Few men of his day had studied more closely the public questions of the hour than he. His mind was well stored with information on all topics and he spoke, whether in the pulpit or on the platform, as though from an inexhaustible storehouse within. And with unusual readiness could he summon all his powers and call them into action. He introduced Louis Kossuth when he visited the United States in 1854, in a short address, and the great Hungarian reformer said of him that he was the ablest natural orator he had ever heard on either side of the Atlantic ocean.
Preeminently, however, he was a minister of the gospel, and those who heard the preacher, heard him at his best. But perhaps outside of the pulpit the cause which lay nearest his heart was the abolition of slavery. It mattered not to him that the cause was in that day extremely unpopular. Like Garrison, Stevens, Beecher, Philips, Adams and Giddings, he bore without complaint his full share of the obloquy which was heaped upon all who dared to raise their voices in defense of the black man. He deemed no sacrifice too great if it could but advance the cause. Audiences in the Eastern cities which had scarcely passed from under the magic spell of the great Beecher found themselves enchained and convinced by the majestic eloquence of Milligan. He was, in the true sense of the term, a magnetic speaker.
He sided with John Brown, not perhaps with the drastic method he adopted to further his scheme, but certainly with his purpose to free the slaves by force. He wrote him a consolatory letter in 1859, when he was confined in jail under sentence of death. This letter has since been published broadcast throughout the country. In 1861 he reiterated his admiration for the old hero by naming his son Ossawattomie Brown, now one of the ablest ministers of Ohio. From one of his public letters we quote the following:
"I rejoice that I have lived to see the emancipation and enfranchisement of the Slave, for whose liberty I gave twenty of the best years of my life." He was prominent in any field of labor he sought to enter, which required the ability of an advocate, and whether in the pulpit or on the platform, or in the councils of the church, composed only of learned men, he was listened to with the same marked attention and eager interest. Although his reputation rests mostly on his ability as a public speaker, yet the Christian Statesman, Our Banner, and other church magazines contain many contributions from his able pen. These show beyond doubt his mastery of the subjects he handled, and that his strength as a speaker lay largely in the clear expression which he gave to his thoughts.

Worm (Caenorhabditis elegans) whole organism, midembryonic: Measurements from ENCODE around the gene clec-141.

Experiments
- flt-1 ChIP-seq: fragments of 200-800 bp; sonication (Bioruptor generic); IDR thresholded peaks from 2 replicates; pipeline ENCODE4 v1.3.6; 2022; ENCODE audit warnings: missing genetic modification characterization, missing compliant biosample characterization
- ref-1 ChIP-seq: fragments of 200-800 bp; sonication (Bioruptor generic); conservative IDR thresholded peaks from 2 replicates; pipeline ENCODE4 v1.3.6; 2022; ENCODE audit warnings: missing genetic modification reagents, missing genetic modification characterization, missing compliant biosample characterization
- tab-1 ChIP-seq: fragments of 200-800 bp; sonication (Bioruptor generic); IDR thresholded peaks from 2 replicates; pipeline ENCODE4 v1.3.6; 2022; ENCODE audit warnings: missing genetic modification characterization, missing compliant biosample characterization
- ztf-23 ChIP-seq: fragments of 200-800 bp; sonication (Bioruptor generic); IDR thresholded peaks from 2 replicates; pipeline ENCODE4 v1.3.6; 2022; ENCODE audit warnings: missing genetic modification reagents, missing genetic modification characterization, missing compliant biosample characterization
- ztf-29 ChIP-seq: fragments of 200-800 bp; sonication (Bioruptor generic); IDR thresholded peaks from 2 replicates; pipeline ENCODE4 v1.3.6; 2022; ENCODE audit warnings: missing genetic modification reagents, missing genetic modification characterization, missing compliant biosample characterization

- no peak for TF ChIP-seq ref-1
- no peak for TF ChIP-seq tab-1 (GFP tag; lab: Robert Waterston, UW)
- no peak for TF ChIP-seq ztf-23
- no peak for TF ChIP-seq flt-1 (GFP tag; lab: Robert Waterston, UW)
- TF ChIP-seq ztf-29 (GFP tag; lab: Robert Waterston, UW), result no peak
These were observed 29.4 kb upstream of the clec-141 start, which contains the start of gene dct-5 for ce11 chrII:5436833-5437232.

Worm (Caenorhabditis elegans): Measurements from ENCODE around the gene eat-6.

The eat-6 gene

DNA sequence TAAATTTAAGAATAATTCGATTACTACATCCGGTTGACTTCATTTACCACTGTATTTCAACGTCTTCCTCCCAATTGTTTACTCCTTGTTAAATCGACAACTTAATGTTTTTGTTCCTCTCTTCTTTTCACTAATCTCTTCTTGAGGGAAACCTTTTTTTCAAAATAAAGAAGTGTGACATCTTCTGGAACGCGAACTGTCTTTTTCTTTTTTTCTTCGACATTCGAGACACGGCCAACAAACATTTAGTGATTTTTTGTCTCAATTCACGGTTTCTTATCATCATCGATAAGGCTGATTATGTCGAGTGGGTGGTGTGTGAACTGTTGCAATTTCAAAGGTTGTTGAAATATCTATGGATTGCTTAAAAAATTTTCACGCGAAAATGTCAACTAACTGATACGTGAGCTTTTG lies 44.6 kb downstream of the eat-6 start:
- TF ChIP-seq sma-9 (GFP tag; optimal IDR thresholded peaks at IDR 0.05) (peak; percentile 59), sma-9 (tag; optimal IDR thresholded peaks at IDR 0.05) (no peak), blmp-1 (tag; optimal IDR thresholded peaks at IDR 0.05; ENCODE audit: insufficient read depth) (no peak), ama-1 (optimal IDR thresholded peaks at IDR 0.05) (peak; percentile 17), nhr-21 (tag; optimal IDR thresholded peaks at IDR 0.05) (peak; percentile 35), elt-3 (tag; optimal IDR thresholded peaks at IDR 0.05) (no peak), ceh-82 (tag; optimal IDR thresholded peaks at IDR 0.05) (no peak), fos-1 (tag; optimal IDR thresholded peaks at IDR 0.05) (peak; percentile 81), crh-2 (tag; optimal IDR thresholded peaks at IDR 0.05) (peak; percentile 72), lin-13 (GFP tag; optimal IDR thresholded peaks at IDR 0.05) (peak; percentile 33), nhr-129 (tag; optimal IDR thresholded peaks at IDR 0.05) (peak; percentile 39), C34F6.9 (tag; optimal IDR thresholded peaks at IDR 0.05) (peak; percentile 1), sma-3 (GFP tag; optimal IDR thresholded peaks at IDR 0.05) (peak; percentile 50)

In 1847 he was married to Ellen Snodgrass, a daughter of Hon. John Snodgrass, of New Alexandria. He survived her, and on August 24, 1871, he was married to Belle A. Stewart, who yet lives in New Alexandria.
Perhaps the most marked trait of his character was his love of home life and of children. He was never so happy as when surrounded by them, and his family yet exhibits a smiling picture of him with four mirthful grandchildren on his knee. It was doubtless this inborn feeling for the weak and innocent that led him to espouse the cause of the helpless and down-trodden African slave.
In the spring of 1884 his health began to fail and he journeyed to Southern California; hoping that a milder climate would benefit him. Disappointed in this, attended by his faithful wife, he turned, his face homeward to die, as he thought, among his kindred. Unfortunately he died on his way, on the train in Wyoming, on May 7, 1885. His remains were brought home, and while they lay in state in Pittsburg, colored people flocked to weep over his death and to honor the fearless advocate of the rights of their race. He is buried in Bellevue cemetery, in Allegheny.
Source: Page(s) 667-669, History of Westmoreland County, Volume I, Pennsylvania by John N Boucher. New York, The Lewis Publishing Company, 1906.
Transcribed August 2008 for the Westmoreland County History Project
Contributed by Nathan Zipfel for use by the Westmoreland County Genealogy Project (http://www.pa-roots.com/westmoreland/)
Westmoreland County Genealogy Project Notice:
These electronic pages cannot be reproduced in any format, for any presentation, without prior written permission.
Return to Westmoreland County History Project
Return to Westmoreland County Home Page
(c) Westmoreland County Pennsylvania Genealogy Project